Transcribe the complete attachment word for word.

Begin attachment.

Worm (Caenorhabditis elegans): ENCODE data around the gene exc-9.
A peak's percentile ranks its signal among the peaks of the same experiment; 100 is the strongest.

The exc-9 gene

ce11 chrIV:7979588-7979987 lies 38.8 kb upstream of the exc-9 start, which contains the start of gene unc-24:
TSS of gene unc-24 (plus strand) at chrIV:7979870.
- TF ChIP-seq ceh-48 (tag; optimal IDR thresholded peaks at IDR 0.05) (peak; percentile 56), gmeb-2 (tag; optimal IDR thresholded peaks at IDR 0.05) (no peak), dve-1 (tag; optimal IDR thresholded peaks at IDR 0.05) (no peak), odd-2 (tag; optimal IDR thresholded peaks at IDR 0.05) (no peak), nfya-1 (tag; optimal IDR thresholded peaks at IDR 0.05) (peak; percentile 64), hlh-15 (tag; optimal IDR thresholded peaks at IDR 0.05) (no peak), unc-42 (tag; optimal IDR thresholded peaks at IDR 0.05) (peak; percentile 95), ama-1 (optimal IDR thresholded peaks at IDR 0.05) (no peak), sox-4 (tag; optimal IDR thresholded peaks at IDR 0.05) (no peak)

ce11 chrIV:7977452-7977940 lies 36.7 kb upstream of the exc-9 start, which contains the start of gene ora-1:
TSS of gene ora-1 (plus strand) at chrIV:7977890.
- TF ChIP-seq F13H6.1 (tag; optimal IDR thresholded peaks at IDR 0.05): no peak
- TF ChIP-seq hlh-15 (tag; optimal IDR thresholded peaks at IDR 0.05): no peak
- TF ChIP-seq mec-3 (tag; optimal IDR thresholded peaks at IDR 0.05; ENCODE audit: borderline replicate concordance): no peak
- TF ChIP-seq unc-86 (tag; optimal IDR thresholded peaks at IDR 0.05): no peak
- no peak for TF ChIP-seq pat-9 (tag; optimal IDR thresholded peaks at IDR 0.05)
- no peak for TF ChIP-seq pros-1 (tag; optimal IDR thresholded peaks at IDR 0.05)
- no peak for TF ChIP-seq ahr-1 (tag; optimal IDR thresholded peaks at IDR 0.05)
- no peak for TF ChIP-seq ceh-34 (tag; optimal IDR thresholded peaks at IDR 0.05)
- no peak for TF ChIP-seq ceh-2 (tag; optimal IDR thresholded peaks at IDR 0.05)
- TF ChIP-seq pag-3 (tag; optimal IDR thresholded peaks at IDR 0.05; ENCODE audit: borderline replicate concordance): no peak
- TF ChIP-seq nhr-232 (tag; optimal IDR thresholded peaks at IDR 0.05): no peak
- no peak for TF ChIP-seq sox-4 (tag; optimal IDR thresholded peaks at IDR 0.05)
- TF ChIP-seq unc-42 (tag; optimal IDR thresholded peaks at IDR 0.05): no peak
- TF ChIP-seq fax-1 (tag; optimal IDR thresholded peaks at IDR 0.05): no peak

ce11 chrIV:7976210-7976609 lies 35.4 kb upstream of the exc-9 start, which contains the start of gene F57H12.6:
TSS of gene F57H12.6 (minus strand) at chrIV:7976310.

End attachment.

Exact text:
Worm (Caenorhabditis elegans): ENCODE data around the gene exc-9.
A peak's percentile ranks its signal among the peaks of the same experiment; 100 is the strongest.

The exc-9 gene

ce11 chrIV:7979588-7979987 lies 38.8 kb upstream of the exc-9 start, which contains the start of gene unc-24:
TSS of gene unc-24 (plus strand) at chrIV:7979870.
- TF ChIP-seq ceh-48 (tag; optimal IDR thresholded peaks at IDR 0.05) (peak; percentile 56), gmeb-2 (tag; optimal IDR thresholded peaks at IDR 0.05) (no peak), dve-1 (tag; optimal IDR thresholded peaks at IDR 0.05) (no peak), odd-2 (tag; optimal IDR thresholded peaks at IDR 0.05) (no peak), nfya-1 (tag; optimal IDR thresholded peaks at IDR 0.05) (peak; percentile 64), hlh-15 (tag; optimal IDR thresholded peaks at IDR 0.05) (no peak), unc-42 (tag; optimal IDR thresholded peaks at IDR 0.05) (peak; percentile 95), ama-1 (optimal IDR thresholded peaks at IDR 0.05) (no peak), sox-4 (tag; optimal IDR thresholded peaks at IDR 0.05) (no peak)

ce11 chrIV:7977452-7977940 lies 36.7 kb upstream of the exc-9 start, which contains the start of gene ora-1:
TSS of gene ora-1 (plus strand) at chrIV:7977890.
- TF ChIP-seq F13H6.1 (tag; optimal IDR thresholded peaks at IDR 0.05): no peak
- TF ChIP-seq hlh-15 (tag; optimal IDR thresholded peaks at IDR 0.05): no peak
- TF ChIP-seq mec-3 (tag; optimal IDR thresholded peaks at IDR 0.05; ENCODE audit: borderline replicate concordance): no peak
- TF ChIP-seq unc-86 (tag; optimal IDR thresholded peaks at IDR 0.05): no peak
- no peak for TF ChIP-seq pat-9 (tag; optimal IDR thresholded peaks at IDR 0.05)
- no peak for TF ChIP-seq pros-1 (tag; optimal IDR thresholded peaks at IDR 0.05)
- no peak for TF ChIP-seq ahr-1 (tag; optimal IDR thresholded peaks at IDR 0.05)
- no peak for TF ChIP-seq ceh-34 (tag; optimal IDR thresholded peaks at IDR 0.05)
- no peak for TF ChIP-seq ceh-2 (tag; optimal IDR thresholded peaks at IDR 0.05)
- TF ChIP-seq pag-3 (tag; optimal IDR thresholded peaks at IDR 0.05; ENCODE audit: borderline replicate concordance): no peak
- TF ChIP-seq nhr-232 (tag; optimal IDR thresholded peaks at IDR 0.05): no peak
- no peak for TF ChIP-seq sox-4 (tag; optimal IDR thresholded peaks at IDR 0.05)
- TF ChIP-seq unc-42 (tag; optimal IDR thresholded peaks at IDR 0.05): no peak
- TF ChIP-seq fax-1 (tag; optimal IDR thresholded peaks at IDR 0.05): no peak

ce11 chrIV:7976210-7976609 lies 35.4 kb upstream of the exc-9 start, which contains the start of gene F57H12.6:
TSS of gene F57H12.6 (minus strand) at chrIV:7976310.